Attachment of human immunodeficiency virus to cells and its inhibition

  • Stefan Pöhlmann
  • Michel J. Tremblay
Part of the Milestones in Drug Therapy book series (MDT)


The entry of enveloped viruses involves virus adsorption followed by close apposition of the viral and plasma membranes. This multistep process is initiated by specific binding interactions between glycoproteins in the viral envelope and appropriate receptors on the cell surface. In the case of HIV-1, attachment of virions to the cell surface is attributed to a high affinity interaction between envelope spike glycoproteins (Env, composed of the surface protein gp120 and the transmembrane protein gp41) and a complex made of the primary CD4 receptor and a seven-transmembrane co-receptor (e.g., CXCR4 or CCR5) (reviewed in [1]). Then a chain of dynamic events take place that enable the viral nucleocapsid to penetrate within the target cell following the destabilization of membrane microenvironment and the formation of a fusion pore.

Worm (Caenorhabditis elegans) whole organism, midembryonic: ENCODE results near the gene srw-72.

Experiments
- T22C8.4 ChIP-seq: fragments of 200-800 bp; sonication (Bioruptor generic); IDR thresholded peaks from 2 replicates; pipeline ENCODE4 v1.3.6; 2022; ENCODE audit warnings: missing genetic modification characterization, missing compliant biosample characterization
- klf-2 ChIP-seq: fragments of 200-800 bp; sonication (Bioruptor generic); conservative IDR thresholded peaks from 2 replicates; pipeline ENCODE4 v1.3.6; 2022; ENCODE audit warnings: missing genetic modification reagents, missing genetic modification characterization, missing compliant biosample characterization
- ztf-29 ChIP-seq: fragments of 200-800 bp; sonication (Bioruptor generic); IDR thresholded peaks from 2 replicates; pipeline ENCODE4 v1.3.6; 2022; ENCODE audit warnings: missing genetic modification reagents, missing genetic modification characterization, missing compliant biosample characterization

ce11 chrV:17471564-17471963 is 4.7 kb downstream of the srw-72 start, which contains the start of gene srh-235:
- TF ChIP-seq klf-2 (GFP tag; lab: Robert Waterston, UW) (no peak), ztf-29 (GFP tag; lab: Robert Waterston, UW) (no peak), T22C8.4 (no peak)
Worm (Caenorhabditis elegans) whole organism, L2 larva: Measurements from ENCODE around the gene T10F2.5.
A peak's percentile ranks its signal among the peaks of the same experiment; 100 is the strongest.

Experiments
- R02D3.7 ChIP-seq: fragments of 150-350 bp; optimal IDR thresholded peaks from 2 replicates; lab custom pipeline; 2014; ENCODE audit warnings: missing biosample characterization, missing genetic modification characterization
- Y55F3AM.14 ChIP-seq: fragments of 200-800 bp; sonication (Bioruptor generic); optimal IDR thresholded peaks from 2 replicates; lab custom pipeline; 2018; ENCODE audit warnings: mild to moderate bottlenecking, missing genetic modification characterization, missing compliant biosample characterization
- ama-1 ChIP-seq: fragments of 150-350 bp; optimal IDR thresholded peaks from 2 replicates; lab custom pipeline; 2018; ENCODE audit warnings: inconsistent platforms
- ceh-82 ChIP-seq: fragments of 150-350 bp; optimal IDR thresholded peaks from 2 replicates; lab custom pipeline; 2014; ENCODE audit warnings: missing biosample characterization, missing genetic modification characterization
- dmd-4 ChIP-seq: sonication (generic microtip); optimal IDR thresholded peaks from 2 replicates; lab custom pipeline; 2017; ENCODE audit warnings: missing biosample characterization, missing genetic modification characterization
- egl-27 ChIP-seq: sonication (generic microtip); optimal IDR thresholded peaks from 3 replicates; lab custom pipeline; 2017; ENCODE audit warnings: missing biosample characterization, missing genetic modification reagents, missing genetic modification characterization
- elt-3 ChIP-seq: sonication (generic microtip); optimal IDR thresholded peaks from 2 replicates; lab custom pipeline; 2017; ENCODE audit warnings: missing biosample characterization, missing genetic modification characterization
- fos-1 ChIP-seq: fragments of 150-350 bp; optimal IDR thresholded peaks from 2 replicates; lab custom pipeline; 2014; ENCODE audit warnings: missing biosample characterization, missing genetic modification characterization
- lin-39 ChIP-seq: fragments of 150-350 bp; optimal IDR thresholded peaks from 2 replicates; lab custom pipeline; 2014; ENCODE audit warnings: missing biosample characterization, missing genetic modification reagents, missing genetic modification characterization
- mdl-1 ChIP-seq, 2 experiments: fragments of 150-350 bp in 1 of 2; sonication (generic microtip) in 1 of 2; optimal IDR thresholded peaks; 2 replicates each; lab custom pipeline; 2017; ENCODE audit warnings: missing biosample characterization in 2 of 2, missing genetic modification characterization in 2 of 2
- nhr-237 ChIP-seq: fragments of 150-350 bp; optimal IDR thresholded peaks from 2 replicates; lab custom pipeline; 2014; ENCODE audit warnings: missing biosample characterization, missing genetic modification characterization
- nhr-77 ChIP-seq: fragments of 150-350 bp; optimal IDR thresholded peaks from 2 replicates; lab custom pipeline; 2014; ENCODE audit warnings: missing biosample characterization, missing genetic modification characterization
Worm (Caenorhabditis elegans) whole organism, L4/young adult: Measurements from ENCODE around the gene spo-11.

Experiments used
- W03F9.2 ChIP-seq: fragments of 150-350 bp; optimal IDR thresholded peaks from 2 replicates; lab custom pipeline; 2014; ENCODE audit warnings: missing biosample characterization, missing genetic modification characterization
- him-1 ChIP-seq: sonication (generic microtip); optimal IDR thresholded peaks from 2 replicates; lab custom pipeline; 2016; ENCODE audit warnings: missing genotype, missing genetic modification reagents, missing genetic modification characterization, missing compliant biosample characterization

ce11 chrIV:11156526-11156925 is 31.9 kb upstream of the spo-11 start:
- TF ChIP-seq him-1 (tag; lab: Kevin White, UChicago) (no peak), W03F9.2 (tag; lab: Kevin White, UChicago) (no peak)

Human Immunodeficiency Virus Simian Immunodeficiency Virus Major Histocompatibility Complex Presentation 
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Copyright information

© Birkhäuser Verlag/Switzerland 2007

Authors and Affiliations

  • Stefan Pöhlmann
    • 1
  • Michel J. Tremblay
    • 2
    • 3
  1. 1.Institute for Clinical and Molecular Virology and Nikolaus-Fiebiger-Center for Molecular MedicineUniversity Erlangen-NürnbergErlangenGermany
  2. 2.Laboratory of Human Immuno-Retrovirology, Research Center in Infectious DiseasesCHUL Research CenterQuebecCanada
  3. 3.Faculty of MedicineLaval UniversityQuebecCanada

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